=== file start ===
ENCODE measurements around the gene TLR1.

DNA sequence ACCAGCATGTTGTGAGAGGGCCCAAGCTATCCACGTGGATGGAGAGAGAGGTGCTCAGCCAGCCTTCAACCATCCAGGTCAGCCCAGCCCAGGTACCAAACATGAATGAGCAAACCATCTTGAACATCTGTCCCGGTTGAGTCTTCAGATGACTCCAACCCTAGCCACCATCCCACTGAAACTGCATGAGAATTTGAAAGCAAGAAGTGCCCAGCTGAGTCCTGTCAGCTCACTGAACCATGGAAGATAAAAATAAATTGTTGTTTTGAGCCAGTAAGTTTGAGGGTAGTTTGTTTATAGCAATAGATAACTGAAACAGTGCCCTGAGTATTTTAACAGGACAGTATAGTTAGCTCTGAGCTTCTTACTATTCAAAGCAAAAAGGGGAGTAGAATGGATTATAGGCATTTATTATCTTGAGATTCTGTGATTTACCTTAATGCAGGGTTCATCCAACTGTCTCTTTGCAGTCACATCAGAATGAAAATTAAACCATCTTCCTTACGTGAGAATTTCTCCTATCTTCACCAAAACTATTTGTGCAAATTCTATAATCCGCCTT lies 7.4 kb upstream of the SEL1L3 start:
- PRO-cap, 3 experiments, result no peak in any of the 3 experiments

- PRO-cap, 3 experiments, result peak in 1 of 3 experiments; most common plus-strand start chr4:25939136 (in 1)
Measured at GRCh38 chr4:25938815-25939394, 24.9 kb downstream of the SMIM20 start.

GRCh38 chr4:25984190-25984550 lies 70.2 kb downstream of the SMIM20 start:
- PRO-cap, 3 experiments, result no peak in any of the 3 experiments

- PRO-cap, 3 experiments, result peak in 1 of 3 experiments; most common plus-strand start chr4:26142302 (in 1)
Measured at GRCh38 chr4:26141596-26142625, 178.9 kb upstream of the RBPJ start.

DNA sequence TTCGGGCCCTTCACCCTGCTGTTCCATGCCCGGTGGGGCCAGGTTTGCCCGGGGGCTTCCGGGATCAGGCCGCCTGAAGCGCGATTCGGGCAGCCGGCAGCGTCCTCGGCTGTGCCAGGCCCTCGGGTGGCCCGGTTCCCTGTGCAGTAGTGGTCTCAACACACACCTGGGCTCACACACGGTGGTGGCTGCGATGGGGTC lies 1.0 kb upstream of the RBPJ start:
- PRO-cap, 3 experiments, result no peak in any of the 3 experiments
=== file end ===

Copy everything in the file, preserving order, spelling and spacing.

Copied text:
ENCODE measurements around the gene TLR1.

DNA sequence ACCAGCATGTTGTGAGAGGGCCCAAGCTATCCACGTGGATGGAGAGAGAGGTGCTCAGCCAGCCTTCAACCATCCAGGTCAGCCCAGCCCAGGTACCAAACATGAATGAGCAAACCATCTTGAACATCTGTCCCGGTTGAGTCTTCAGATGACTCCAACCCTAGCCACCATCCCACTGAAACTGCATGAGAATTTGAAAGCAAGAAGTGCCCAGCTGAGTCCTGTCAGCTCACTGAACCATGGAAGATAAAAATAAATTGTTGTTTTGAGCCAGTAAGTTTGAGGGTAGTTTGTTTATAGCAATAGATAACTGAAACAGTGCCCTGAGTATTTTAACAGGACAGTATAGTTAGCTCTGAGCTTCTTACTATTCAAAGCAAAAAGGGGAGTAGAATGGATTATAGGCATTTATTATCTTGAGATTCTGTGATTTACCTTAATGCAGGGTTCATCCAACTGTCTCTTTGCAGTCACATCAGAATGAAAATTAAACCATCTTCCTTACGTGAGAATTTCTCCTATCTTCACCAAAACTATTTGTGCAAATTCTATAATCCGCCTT lies 7.4 kb upstream of the SEL1L3 start:
- PRO-cap, 3 experiments, result no peak in any of the 3 experiments

- PRO-cap, 3 experiments, result peak in 1 of 3 experiments; most common plus-strand start chr4:25939136 (in 1)
Measured at GRCh38 chr4:25938815-25939394, 24.9 kb downstream of the SMIM20 start.

GRCh38 chr4:25984190-25984550 lies 70.2 kb downstream of the SMIM20 start:
- PRO-cap, 3 experiments, result no peak in any of the 3 experiments

- PRO-cap, 3 experiments, result peak in 1 of 3 experiments; most common plus-strand start chr4:26142302 (in 1)
Measured at GRCh38 chr4:26141596-26142625, 178.9 kb upstream of the RBPJ start.

DNA sequence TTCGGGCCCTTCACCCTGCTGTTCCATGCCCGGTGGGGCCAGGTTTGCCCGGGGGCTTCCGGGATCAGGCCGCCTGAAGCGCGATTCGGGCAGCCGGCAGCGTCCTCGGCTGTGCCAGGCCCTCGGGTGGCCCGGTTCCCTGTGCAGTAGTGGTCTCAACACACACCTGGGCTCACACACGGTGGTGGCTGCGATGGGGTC lies 1.0 kb upstream of the RBPJ start:
- PRO-cap, 3 experiments, result no peak in any of the 3 experiments